He does, however, have worries about his studies. “It’s been really hard to find out what the new arrangements are for course work. I need advice on how to adapt my dissertation to the circumstances. The University didn’t have comprehensive and clear advice on what should be happening. But my biggest worry is that I might find my mental health getting worse because of this. I am more anxious than before and not seeing people and having activities to go to is affecting my mood.”
By the following week, Harry was feeling better. Linking with Extinction Rebellion protesters had been fun, connecting him with other people and giving him a sense of doing something for a good cause. “Today I’m actually feeling really good,” he says. “I am part of a protest. We are occupying an area under a tree to save it from being cut down. We are sitting carefully apart with deck chairs wearing masks and hand sanitising and limiting the number of protesters on site at any one time.”
Harry found that getting outside had been positive in many ways. “I’ve actually found I’ve been so much more productive with my course work because of getting out under the tree. I don’t deal with change well at the best of times so dealing with the sudden and unwarranted change has been hard. I am on the autistic spectrum and have ADHD which I think has made it harder for me to adapt — to keep up with the hardest aspects of everyday life like having a sleep routine, shopping, food and study while I can’t do the fun things that keep me going like socialising, visiting museums.”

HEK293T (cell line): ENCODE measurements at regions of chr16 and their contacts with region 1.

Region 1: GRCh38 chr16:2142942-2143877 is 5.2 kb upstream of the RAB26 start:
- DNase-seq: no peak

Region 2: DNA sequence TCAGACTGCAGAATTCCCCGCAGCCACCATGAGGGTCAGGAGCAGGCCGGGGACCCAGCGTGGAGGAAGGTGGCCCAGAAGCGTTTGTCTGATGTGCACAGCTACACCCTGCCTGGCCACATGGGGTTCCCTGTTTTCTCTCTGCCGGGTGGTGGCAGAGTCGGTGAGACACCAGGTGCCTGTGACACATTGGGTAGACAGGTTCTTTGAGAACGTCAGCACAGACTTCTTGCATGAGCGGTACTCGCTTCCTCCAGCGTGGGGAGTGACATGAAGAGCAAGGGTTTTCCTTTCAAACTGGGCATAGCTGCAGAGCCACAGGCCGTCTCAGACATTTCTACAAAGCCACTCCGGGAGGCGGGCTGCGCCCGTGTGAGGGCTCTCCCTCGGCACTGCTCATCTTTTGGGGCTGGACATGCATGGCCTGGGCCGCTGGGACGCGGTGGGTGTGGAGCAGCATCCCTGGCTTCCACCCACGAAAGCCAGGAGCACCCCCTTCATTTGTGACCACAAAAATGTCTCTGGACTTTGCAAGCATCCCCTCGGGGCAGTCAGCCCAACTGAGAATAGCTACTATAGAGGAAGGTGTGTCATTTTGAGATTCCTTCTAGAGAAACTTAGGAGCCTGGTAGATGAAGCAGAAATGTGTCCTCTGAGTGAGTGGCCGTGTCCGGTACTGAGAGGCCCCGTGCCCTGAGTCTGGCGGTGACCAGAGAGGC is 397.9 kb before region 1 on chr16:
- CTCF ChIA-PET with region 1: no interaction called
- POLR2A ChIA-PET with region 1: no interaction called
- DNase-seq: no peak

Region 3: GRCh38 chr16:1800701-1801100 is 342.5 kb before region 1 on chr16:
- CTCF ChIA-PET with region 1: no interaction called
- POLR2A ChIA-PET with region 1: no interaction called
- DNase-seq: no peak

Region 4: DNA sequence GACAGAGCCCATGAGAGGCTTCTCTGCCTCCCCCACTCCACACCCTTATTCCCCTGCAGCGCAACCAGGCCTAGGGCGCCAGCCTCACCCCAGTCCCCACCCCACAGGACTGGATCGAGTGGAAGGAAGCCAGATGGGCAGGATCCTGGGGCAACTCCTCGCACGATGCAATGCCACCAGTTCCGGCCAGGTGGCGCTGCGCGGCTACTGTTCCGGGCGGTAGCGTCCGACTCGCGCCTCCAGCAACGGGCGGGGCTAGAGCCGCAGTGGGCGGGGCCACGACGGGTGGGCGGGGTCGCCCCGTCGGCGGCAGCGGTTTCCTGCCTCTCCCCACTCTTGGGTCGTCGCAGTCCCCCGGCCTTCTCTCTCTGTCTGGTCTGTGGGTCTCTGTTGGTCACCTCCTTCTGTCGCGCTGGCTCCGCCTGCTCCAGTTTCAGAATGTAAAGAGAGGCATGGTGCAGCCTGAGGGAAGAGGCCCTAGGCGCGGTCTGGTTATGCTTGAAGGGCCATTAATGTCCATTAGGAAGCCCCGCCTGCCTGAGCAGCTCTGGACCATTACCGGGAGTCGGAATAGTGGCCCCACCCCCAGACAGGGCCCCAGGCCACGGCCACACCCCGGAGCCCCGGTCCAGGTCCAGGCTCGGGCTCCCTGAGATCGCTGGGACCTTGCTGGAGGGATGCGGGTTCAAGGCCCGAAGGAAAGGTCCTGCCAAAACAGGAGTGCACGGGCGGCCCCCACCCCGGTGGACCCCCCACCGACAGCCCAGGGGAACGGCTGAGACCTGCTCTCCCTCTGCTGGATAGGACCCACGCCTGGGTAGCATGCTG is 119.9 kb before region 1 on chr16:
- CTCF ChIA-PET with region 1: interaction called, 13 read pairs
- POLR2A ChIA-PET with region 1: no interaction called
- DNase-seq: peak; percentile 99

To help support himself, Harry had explored an online Cognitive Behavioural Therapy course offered free by the university but had decided it was not suitable for him. However, he welcomed a wellbeing email that had been circulated to students. “Usually it’s just telling us there are counsellors available but now it’s got better at offering links to resources. This is good. I wish they’d been doing more of that before. Getting their act together.”
Harry reported that he had ventured to travel by bus. He found the experience interesting. “It was weird because it was a combination of politeness and hostility. Everyone eyeing up — don’t come closer. I normally find physical contact difficult but find that being close together is easier on public transport because, strangely, there is no social aspect to the touching or acknowledgement of personal space with everyone just shoved close together. But now suddenly that self-consciousness about personal space has come onto the bus too.”
By the time of his next interview, Harry had big news to report. “I’m really happy because I’m moving out of student halls into a flat. I’m lucky that I was able to figure out online ways to flat search. The properties I looked at had been empty for quite a while. Because of Covid-19 you can’t view when people are in.”
He has also made good progress with his studies. “I finished my last course work essay so now I’m getting on with my dissertation. I prefer using online resources so not being able to use the library is not a problem for me.”
He’s also been accessing some university meetings that had been shifted from live to an online platform and using the phone to follow up on things like career advice. “Something that is interesting about lockdown is that I’m not so anxious about phone calls anymore because I’m having to do so many of them.”